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lay on flesh. Lean, raw beef, finely chopped, is an excellent food once or twice a day for the first few months, and, though this comes expensive, it pays in the end. Raw meat is supposed to cause worm troubles, but these pests are also found where meat is not given, and in any case a puppy is fortified with more strength to withstand them if fed on raw meat than otherwise, and a good dosing from time to time will be all that is necessary to keep him well and happy.

Young growing puppies must have their freedom to gambol about, and get their legs strong. Never keep the puppies cooped up in a small kennel run or house. If you have a fairsized yard, give them the run of that, or even the garden, in spite of what your gardener may say-they may do a little damage to the flowers, but will assuredly do good to themselves. They love to dig in the soft borders : digging is second nature to them, and is of great importance in their development.

If you have not a garden, or if the flowers are too sacred, it is better to place your puppies as early as possible with respectable cottagers, or small farmers, especially the latter, with whom they will have entire freedom to run about, and will not be overfed.

If you intend to show your puppies, you should begin some time in advance to school them to walk on the lead and to stand quiet when ordered to. Much depends on this in the judging ring, where a dog who is unused to being on a lead often spoils his chances of appearing at his best under the (to him) strange experiences of restraint which the lead entails.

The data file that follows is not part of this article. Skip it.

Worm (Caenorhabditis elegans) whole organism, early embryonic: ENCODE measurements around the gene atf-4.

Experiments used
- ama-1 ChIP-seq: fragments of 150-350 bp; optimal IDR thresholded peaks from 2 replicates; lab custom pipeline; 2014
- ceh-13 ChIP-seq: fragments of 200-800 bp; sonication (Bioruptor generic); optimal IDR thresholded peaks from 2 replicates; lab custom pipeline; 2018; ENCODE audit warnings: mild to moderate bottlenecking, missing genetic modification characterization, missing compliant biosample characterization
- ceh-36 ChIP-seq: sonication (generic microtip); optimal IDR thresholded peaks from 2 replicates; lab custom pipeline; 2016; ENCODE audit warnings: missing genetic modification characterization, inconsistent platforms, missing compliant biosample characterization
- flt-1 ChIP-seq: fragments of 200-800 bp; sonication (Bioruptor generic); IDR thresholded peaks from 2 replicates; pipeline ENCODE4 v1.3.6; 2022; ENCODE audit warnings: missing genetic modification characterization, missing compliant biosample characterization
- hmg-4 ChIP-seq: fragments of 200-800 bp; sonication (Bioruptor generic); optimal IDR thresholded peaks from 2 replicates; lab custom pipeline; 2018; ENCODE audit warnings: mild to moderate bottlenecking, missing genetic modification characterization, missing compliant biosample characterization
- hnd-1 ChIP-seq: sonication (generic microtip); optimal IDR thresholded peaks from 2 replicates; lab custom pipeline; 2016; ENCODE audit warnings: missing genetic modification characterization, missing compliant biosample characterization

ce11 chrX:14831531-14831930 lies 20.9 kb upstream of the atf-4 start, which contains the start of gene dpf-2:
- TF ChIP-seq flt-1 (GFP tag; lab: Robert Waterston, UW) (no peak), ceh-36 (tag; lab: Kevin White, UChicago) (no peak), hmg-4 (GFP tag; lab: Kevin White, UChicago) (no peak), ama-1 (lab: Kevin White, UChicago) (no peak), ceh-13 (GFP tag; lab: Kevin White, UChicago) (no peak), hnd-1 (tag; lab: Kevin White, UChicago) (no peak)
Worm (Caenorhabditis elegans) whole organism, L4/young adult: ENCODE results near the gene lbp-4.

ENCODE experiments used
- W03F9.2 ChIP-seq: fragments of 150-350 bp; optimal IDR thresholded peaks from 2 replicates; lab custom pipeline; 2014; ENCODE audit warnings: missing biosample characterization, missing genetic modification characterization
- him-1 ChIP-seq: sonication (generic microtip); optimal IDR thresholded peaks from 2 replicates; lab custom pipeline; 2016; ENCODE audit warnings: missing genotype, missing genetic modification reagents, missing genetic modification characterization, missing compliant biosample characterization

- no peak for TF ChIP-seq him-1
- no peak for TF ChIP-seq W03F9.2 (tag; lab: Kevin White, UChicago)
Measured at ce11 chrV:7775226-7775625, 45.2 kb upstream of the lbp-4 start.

During the past five-and-twenty years the names of two particular Dachshunds stand out head and shoulders above those of their competitors : Champions Jackdaw and Pterodactyl. Jackdaw had a wonderful record, having, during a long show career, never been beaten in his class from start to finish, and having won many valuable prizes. He was credited with being the most perfect Dachshund that had ever


been seen in England, and probably as good as anything in


Ch. Jackdaw was a black and tan dog, bred and owned by

Mr. Harry Jones, of Ipswich. He was sired by Ch. Charkow,

out of Wagtail, and born loth July, 1886. Through his dam

he was descended from a famous bitch, Thusnelda, who was imported by Mr. Mudie in the early 'eighties. She was a

winner of high honours in Hanover. The name of Jackdaw figures in all the best pedigrees of to-day.

Ch. Pterodactyl was born in 1888, and bred by Mr. Willink. He was in a measure an outcross from the standard type of the day, and his dam, whose pedigree is in dispute, was thought to have been imported. After passing through one or two hands he was purchased by Mr. Harry Jones, and in his kennel speedily made a great name in the show ring and at the stud, and was eventually sold for a high price to Mr. Sidney Woodiwiss, who at that period had the largest kennel of Dachshunds in England.

" Ptero," as he was called, was a big, light red dog, with wonderful fore-quarters and great muscular development. He also possessed what is called a " punishing jaw " and rather short ears, and looked a thorough " business " dog. He had an almost unbroken series of successes at shows in England, and, being taken to Germany (in the days before the quarantine regulations), he took the highest honours in the heavy-weight class, and a special prize for the best Dachshund of all classes. This dog became the favourite sire of his day and the fashionable colour.

The black and tan thereupon went quite out of favour, and this fact, coupled with the reckless amount of inbreeding of red to red that has been going on since Ptero's day, accounts largely for the prevalence of light eyes, pink noses, and badcoloured coats of the Dachshunds, as a class, to-day.

There are, strictly speaking, three varieties of Dachshund(a) the short-haired, (b) the long-haired, and (c) the roughhaired.


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